Time Lies: extreme sibling rivalry

timeliesThere are more mysteries, dysfunctional relationships, plot twists and quirky characters in this single book than some authors manage in an entire career. Author Magnus Stanke sets the scene with a cold-blooded killing then draws out a skein of enigmatic plot threads, several of which stay intriguingly unresolved until the final pages.

There are moments where Times Lies strays into Shakespearean territory: identical brothers; one beloved by all, the other disliked even by their own father. One sibling blessed with the perfect family: the other isolated, overshadowed and angry. These ominous undercurrents of resentment generate deadly intentions – and after the first, unintentional killing, murder turns out to be habit-forming…

Although Time Lies is subtitled ‘a Cold War mystery’, the plot does not concern itself with international espionage, double agents or Checkpoint Charlie. This isn’t a spy story but instead a tight-knit murder mystery set in the two Germanys of the 1980s. The Iron Curtain casts its intimidating shadow over all the protagonists yet Time Lies isn’t a political thriller. It’s an intensely personal exploration of sibling rivalry, set in small-town rural Germany, high in the mountains of Lower Saxony. There’s no escaping the influence of the communist Eastern Bloc, of the GDR’s instruments of oppression and the divisive tactics wielded to great effect by the Stasi. But this book is set on a very personal level, in which intimate actions – taken on either side of the great divide – echo down the decades with dreadful repercussions.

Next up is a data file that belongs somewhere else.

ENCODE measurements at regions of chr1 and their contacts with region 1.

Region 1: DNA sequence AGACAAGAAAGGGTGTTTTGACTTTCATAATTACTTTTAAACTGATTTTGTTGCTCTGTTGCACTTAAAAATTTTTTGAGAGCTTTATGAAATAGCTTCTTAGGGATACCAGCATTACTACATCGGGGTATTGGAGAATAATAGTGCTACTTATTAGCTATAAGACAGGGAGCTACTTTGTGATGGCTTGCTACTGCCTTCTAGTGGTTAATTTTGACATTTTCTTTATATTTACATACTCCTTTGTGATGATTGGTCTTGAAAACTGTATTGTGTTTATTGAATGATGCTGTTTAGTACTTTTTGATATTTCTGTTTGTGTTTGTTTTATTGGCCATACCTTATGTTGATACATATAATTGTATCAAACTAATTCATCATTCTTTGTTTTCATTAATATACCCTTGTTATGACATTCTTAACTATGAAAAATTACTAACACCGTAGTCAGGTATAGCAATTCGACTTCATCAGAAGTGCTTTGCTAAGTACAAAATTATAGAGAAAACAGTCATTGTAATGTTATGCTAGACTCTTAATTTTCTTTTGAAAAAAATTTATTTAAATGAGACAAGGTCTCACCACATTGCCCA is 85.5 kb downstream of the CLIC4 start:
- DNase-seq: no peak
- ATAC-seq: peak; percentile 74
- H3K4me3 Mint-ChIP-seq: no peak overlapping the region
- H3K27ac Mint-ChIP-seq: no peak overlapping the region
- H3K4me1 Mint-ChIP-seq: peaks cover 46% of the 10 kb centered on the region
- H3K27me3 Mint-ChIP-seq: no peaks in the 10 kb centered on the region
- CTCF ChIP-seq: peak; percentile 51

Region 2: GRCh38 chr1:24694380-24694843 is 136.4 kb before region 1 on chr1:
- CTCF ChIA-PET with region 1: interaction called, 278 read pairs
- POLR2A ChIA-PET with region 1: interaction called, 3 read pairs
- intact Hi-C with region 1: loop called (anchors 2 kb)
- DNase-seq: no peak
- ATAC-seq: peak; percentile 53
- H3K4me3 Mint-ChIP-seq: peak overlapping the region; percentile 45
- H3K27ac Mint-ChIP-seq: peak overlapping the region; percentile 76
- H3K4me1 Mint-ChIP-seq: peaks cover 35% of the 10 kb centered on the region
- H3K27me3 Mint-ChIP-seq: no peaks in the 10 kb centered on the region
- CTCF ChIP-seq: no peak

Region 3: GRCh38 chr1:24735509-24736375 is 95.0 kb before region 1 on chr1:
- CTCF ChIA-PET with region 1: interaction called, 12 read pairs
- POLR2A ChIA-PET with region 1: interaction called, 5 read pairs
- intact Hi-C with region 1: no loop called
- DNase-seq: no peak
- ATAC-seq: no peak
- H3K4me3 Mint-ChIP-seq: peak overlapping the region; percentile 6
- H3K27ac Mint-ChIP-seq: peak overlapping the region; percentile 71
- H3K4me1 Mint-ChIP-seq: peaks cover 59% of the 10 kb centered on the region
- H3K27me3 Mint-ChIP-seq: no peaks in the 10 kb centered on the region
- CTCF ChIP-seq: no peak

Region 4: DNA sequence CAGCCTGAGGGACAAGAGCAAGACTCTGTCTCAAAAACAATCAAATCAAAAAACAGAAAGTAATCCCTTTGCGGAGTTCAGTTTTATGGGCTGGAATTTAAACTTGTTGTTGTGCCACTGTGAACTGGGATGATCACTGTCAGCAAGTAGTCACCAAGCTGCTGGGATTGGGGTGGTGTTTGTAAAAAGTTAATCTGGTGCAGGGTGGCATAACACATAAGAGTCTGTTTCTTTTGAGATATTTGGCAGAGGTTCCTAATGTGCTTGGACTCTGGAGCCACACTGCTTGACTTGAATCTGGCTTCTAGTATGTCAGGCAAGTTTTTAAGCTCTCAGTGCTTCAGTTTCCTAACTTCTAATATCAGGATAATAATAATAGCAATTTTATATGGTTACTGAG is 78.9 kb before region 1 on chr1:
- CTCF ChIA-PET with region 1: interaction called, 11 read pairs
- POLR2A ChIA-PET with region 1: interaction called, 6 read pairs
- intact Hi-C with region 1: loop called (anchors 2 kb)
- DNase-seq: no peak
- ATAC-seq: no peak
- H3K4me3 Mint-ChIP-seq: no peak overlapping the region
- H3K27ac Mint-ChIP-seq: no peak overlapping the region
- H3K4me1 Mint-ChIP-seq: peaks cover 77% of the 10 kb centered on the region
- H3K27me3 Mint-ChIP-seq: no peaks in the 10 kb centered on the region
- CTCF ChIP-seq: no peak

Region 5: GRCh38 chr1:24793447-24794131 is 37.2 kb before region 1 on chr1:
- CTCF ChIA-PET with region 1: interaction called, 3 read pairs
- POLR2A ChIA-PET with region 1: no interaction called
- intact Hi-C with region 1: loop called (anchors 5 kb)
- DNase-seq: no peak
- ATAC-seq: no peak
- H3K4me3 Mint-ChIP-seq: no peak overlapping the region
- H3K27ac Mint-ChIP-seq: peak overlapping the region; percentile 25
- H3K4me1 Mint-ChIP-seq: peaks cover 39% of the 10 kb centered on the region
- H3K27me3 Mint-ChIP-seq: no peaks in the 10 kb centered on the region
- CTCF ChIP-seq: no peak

I especially enjoyed the exploits of the female lead, Dagmar. Many writers would have used her simply as the sex object (and boy, does she get some action. You go, girl!) but Stanke gives her a complicated back story and a richly detailed narrative of her own. She’s nobody’s fool, but finds herself entangled in the most unusual love triangle anyone could imagine.

Nothing else about Time Lies exactly confirms to genre norms, either. The author has an unusual writing style which veers clear of crime-thriller stereotypes and his use of English is at times ingenious – occasionally off-the-wall (in fact I wondered if he’s bilingual and ‘thinking’ in a different language, maybe?). Time Lies isn’t as slick as a mainstream thriller from a big publisher; the pace does pause in a few places where a commercial editor would’ve nudged it along and cut some of the tangential diversions. But that would also have made it rather less remarkable.

Time Lies is an unusual and original story, cram full of chapter-end cliff-hangers and cliché-free characters. Stanke takes chances with his characters and steers the plot in genuinely unexpected directions. I had no idea what the outcome would be and was ultimately rewarded by an emotionally mature, satisfyingly significant payoff. I’ll definitely look out for more from this author in future.

Reviewed by Rowena Hoseason
Time Lies by Magnus Stanke is available as an ebook



I found Times Lies through the 2017 Mystery Thriller Week – a global event which celebrates the very best in all kinds of crime fiction
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